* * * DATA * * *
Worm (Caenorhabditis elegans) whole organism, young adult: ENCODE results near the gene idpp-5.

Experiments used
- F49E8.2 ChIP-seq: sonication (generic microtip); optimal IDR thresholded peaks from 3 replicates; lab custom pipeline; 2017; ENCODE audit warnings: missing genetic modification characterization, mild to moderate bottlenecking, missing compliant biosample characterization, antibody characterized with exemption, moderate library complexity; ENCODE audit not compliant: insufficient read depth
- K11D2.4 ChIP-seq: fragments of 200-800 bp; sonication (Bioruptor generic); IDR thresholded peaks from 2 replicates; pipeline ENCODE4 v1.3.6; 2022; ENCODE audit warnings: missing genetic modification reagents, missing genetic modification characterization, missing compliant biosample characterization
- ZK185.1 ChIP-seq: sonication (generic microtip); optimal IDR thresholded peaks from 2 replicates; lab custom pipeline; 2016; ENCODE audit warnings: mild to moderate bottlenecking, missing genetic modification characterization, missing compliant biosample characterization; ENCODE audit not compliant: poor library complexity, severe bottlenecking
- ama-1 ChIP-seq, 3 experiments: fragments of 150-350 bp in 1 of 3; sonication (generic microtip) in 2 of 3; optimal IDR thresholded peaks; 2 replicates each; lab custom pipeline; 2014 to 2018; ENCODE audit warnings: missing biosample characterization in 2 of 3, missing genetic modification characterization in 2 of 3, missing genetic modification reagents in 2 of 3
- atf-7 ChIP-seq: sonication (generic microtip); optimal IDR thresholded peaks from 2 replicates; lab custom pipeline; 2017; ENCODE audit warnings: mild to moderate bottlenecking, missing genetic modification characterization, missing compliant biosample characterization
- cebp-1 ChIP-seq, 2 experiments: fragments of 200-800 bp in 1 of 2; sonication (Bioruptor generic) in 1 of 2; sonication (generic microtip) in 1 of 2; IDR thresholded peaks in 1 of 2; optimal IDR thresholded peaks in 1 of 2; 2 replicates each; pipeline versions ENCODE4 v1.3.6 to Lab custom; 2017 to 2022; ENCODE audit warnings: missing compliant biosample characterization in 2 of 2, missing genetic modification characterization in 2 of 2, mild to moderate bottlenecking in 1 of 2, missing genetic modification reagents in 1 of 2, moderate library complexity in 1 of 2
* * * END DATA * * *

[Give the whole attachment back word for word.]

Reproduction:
Worm (Caenorhabditis elegans) whole organism, young adult: ENCODE results near the gene idpp-5.

Experiments used
- F49E8.2 ChIP-seq: sonication (generic microtip); optimal IDR thresholded peaks from 3 replicates; lab custom pipeline; 2017; ENCODE audit warnings: missing genetic modification characterization, mild to moderate bottlenecking, missing compliant biosample characterization, antibody characterized with exemption, moderate library complexity; ENCODE audit not compliant: insufficient read depth
- K11D2.4 ChIP-seq: fragments of 200-800 bp; sonication (Bioruptor generic); IDR thresholded peaks from 2 replicates; pipeline ENCODE4 v1.3.6; 2022; ENCODE audit warnings: missing genetic modification reagents, missing genetic modification characterization, missing compliant biosample characterization
- ZK185.1 ChIP-seq: sonication (generic microtip); optimal IDR thresholded peaks from 2 replicates; lab custom pipeline; 2016; ENCODE audit warnings: mild to moderate bottlenecking, missing genetic modification characterization, missing compliant biosample characterization; ENCODE audit not compliant: poor library complexity, severe bottlenecking
- ama-1 ChIP-seq, 3 experiments: fragments of 150-350 bp in 1 of 3; sonication (generic microtip) in 2 of 3; optimal IDR thresholded peaks; 2 replicates each; lab custom pipeline; 2014 to 2018; ENCODE audit warnings: missing biosample characterization in 2 of 3, missing genetic modification characterization in 2 of 3, missing genetic modification reagents in 2 of 3
- atf-7 ChIP-seq: sonication (generic microtip); optimal IDR thresholded peaks from 2 replicates; lab custom pipeline; 2017; ENCODE audit warnings: mild to moderate bottlenecking, missing genetic modification characterization, missing compliant biosample characterization
- cebp-1 ChIP-seq, 2 experiments: fragments of 200-800 bp in 1 of 2; sonication (Bioruptor generic) in 1 of 2; sonication (generic microtip) in 1 of 2; IDR thresholded peaks in 1 of 2; optimal IDR thresholded peaks in 1 of 2; 2 replicates each; pipeline versions ENCODE4 v1.3.6 to Lab custom; 2017 to 2022; ENCODE audit warnings: missing compliant biosample characterization in 2 of 2, missing genetic modification characterization in 2 of 2, mild to moderate bottlenecking in 1 of 2, missing genetic modification reagents in 1 of 2, moderate library complexity in 1 of 2